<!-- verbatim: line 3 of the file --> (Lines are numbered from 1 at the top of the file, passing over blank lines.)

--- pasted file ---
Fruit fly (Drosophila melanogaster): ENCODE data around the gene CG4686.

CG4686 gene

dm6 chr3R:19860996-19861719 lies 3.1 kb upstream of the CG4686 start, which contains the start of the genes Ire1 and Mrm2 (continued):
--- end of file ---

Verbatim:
dm6 chr3R:19860996-19861719 lies 3.1 kb upstream of the CG4686 start, which contains the start of the genes Ire1 and Mrm2 (continued):